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What does the code below mean?

#define kSelectedTabDefaultsKey @"Selected Tab"

 enum {
    kByName,
    kBySecretIdentity,
    };

Does #define kSelectedTabDefaultsKey @"Selected Tab" mean that we are defining a constant called "kSelectedTableTabKey" whose value is "SelectedTab"? Kind of like NSDictionary one key/value pair?

I think enum just translates kByName value = 0 and kBySecretIdentity value = 1. Is #define kSelectedTabDefaultsKey and enum tied together?

I don't think I understand it correctly because later in the code:

NSUserDefaults *defaults = [NSUserDefaults standardUserDefaults];

NSInteger selectedTab = [defaults integerForKey:kSelectedTabDefaultsKey];
// How does "selectedTab" get back an integer?  I thought "kSelectedTabDefaultsKey"
// was a  key with a String value of @"Selected Tab ?

UITabBarItem *item = [self.tabBar.items objectAtIndex:selectedTab];
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4 Answers 4

up vote 5 down vote accepted
#define kSelectedTabDefaultsKey @"Selected Tab"

This merely tells the compiler that everywhere it sees kSelectedTabDefaultsKey, it should expand it to @"Selected Tab".

So, this:

NSInteger selectedTab = [defaults integerForKey:kSelectedTabDefaultsKey];

Becomes this:

NSInteger selectedTab = [defaults integerForKey:@"Selected Tab"];

selectedTab will end up with whatever value is returned by integerForKey: after the defaults manager looks up the key @"Selected Tab" in the defaults database. Presumably, it'll be either 0 or 1 corresponding to the two values in your enum.


The enum is unrelated to the defaults key, but is a convenience.

 enum {
    kByName,
    kBySecretIdentity,
    };

This tells the compiler to substitute 0 whenever kByName is encountered and 1 for the kBySecretIdentity. No more, no less.

Thus, presumably, the value written to the database will be one of 0 or 1. The enum exists such that, in code, you can say "kByName" instead of 0, for clarity. In the code you posted, neither enum is directly mentioned because the value from the defaults database is simply passed off to select a tab.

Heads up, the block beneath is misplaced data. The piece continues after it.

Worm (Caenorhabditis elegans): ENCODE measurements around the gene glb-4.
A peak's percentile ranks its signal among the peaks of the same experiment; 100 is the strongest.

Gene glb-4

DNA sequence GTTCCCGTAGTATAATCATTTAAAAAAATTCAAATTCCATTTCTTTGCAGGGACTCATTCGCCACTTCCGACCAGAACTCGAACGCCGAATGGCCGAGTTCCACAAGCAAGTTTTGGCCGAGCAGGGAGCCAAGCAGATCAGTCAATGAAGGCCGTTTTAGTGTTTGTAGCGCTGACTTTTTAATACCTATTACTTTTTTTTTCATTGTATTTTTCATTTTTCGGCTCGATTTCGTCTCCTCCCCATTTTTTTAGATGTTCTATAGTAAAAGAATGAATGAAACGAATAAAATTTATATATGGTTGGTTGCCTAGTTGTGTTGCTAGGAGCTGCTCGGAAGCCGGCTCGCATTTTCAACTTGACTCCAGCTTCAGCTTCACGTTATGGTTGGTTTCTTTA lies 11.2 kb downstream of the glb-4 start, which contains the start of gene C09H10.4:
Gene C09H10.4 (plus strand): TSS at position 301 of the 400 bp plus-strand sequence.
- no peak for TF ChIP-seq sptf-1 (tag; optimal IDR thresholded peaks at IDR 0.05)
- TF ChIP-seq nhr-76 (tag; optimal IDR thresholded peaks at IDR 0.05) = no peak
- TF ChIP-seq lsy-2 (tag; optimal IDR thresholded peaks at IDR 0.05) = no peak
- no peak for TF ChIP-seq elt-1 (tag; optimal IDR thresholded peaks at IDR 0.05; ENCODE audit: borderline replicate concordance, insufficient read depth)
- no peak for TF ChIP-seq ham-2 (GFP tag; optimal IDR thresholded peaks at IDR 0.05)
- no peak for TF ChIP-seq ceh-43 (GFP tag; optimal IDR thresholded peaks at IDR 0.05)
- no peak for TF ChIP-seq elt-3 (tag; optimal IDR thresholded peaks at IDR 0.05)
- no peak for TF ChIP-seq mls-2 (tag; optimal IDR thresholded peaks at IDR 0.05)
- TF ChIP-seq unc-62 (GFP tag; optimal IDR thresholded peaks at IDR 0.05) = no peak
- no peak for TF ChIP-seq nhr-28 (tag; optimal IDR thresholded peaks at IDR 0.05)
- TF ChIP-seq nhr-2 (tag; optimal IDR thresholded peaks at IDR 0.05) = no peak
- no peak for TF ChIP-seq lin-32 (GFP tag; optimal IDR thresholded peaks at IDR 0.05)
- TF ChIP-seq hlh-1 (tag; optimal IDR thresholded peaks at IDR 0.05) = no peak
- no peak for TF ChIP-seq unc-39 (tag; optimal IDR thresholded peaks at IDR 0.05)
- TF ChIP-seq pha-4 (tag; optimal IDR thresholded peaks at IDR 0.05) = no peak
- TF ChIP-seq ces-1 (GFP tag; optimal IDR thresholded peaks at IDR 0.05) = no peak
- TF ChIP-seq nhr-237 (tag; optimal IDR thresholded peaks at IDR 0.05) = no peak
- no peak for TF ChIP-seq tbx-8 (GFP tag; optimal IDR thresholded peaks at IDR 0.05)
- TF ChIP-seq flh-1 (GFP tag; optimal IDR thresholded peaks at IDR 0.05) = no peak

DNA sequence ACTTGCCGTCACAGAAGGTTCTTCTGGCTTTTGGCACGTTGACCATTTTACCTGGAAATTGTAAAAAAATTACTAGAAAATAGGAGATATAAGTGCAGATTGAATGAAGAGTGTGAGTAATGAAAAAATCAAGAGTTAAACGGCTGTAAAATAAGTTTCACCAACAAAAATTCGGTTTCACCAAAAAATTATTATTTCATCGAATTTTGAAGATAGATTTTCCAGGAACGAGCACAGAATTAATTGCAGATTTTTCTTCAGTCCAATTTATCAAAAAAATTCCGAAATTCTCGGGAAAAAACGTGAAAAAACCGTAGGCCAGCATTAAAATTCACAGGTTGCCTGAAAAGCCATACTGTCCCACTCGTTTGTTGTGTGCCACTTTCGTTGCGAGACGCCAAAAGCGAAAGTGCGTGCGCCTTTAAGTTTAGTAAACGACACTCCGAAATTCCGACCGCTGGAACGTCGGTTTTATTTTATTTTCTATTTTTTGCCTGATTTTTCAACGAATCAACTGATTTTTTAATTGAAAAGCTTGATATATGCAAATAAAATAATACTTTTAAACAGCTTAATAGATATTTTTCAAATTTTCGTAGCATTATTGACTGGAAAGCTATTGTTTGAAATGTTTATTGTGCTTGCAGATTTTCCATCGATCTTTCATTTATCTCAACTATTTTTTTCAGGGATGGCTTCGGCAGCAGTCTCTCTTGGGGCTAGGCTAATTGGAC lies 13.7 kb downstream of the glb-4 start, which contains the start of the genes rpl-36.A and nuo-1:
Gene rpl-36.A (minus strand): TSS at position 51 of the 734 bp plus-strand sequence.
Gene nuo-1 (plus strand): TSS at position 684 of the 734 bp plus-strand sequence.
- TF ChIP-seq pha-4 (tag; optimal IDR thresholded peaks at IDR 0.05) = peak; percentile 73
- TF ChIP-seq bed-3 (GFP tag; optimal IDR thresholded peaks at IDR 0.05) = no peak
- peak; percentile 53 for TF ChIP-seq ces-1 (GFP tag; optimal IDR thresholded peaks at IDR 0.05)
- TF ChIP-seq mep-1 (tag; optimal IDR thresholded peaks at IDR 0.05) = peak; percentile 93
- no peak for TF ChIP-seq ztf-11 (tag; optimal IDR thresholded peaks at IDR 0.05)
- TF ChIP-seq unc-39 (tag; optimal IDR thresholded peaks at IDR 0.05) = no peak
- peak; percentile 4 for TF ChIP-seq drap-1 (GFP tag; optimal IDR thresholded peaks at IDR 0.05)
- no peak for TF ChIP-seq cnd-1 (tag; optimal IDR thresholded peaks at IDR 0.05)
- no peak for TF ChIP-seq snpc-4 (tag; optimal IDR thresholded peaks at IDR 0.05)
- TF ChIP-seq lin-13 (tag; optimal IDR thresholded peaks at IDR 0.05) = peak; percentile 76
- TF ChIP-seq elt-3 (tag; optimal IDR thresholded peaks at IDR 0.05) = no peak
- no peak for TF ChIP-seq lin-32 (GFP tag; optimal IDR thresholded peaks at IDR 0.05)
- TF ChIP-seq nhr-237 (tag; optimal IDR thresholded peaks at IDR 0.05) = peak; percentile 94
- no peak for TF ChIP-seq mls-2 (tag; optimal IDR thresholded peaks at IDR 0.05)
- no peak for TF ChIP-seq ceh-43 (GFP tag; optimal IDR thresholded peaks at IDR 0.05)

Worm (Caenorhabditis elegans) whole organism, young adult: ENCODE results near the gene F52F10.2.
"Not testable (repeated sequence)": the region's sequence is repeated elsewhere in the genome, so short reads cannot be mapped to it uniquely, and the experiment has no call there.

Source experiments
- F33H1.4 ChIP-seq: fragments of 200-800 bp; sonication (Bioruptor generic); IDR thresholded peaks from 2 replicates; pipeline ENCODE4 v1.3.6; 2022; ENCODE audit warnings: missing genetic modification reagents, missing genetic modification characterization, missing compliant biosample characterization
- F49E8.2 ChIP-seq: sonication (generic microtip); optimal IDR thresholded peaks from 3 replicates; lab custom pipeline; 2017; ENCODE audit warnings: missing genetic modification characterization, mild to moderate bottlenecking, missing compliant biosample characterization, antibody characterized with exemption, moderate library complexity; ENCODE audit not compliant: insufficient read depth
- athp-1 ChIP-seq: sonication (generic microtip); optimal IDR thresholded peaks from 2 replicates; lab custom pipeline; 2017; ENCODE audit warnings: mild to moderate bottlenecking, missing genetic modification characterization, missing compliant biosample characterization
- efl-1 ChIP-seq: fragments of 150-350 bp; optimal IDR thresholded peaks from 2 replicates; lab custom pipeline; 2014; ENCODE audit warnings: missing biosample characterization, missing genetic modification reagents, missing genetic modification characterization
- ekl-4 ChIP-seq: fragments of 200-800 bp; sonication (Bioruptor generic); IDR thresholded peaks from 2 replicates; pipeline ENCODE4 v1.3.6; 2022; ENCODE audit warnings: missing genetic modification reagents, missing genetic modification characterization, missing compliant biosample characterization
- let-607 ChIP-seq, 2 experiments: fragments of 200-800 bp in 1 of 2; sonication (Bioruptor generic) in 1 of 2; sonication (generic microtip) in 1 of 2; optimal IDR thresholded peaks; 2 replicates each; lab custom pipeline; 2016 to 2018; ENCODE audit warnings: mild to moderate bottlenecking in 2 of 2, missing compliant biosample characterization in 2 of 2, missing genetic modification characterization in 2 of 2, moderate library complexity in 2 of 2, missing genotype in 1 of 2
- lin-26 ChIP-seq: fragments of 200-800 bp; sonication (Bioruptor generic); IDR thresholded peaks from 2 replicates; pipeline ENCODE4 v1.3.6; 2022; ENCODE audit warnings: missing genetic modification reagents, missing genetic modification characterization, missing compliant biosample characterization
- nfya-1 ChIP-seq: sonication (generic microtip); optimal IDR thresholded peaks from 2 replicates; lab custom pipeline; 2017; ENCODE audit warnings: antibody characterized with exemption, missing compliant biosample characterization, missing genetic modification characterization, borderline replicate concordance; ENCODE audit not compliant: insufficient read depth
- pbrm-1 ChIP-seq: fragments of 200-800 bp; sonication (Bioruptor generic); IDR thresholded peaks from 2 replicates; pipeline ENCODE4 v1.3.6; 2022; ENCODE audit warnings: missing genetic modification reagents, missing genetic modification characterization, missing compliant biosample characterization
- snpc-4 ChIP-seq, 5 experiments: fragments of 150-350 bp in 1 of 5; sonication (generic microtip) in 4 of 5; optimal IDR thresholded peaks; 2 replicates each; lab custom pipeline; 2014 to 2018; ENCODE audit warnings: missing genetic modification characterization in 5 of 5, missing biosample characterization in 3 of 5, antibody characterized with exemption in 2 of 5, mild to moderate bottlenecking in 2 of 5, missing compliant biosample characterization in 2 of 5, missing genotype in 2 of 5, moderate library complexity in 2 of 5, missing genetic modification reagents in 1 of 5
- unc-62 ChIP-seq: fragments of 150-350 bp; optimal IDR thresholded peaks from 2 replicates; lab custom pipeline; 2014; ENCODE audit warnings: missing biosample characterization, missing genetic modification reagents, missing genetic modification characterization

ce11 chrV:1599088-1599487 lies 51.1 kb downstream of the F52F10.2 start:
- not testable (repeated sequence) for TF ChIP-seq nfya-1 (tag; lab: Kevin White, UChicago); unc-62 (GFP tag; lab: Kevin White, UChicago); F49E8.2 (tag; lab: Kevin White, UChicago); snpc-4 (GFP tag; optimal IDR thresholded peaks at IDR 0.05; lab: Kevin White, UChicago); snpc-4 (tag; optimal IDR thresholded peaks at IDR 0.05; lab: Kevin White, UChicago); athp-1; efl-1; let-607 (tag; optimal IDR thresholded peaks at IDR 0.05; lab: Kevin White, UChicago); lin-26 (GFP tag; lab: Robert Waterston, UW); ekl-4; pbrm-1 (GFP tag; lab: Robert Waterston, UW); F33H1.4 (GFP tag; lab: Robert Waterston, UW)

It would be wise to check the result from the defaults database. Redefine the enum to be:

 enum {
    kByName,
    kBySecretIdentity,
    kByUnusedSentinal
    };

Then:

NSInteger selectedTab = [defaults integerForKey:kSelectedTabDefaultsKey];
if ((selectedTab < 0) || (selectedTab >= kByUnusedSentinal))
    selectedTab = kByName;

That way, if a bogon is ever written to the defaults database, your app will default to the kByName tab.

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Much better. Thank you! Is @"Selected Tab" a default key in the defaults db? What about enum? Enum isn't related to #define kSelectedTabDefaultsKey @"Selected Tab" in any way? Or is it? –  user1107173 Mar 27 '13 at 16:38
    
Thank you for you detailed explanation. Last question: Does NSUserDefaults standUserDefaults have an existing key called "Selected Tab" with a default value that's an integer? I can't see to understand how code: NSInteger selectedTab = [defaults integerForKey:@"Selected Tab"]; returns an integer? –  user1107173 Mar 27 '13 at 16:53
    
Nevermind. Found the answer: Return Value The integer value associated with the specified key. If the specified key does not exist, this method returns 0. –  user1107173 Mar 27 '13 at 17:04

#define kSelectedTabDefaultsKey @"Selected Tab" means that you are defining REPLACEMENT TEXT @"Selected Tab" (not "Selected Tab" or Selected Tab) for kSelectedTabDefaultsKey.

You could define it instead to be if (x== and it would substitute that text wherever you use the defined name (whether it makes sense or not). It's "value" is (with a few confusing exceptions) precisely the text that begins with the first non-whitespace character and ends with the end of the line (absent whitespace).

(In the languages that use begin/end instead of {/} you can create some real mischief by #defining "begin".)

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Think of a #define as text substitution performed in the source code by the preprocessor before the compiler runs. The example above from @bbum illustrates this.

An enum is a sort a new type understood by the compiler. It essentially maps a symbol to an integer (i.e. a constant), but with stronger type checking than if you had used #define.

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Yeah, it's important to understand that the substitution occurs FIRST, before any other analysis of the file. –  Hot Licks Mar 27 '13 at 17:42

define is like a const (but processed by the precompiler instead of the compiler).

kSelectedTabDefaultsKey is the (string) name of the default preference in which the selected tab is stored. after the preference is read, the previously selected tab is selected again on the tab bar. probably this is done on app restart.

the enum doesn't seem to be related.

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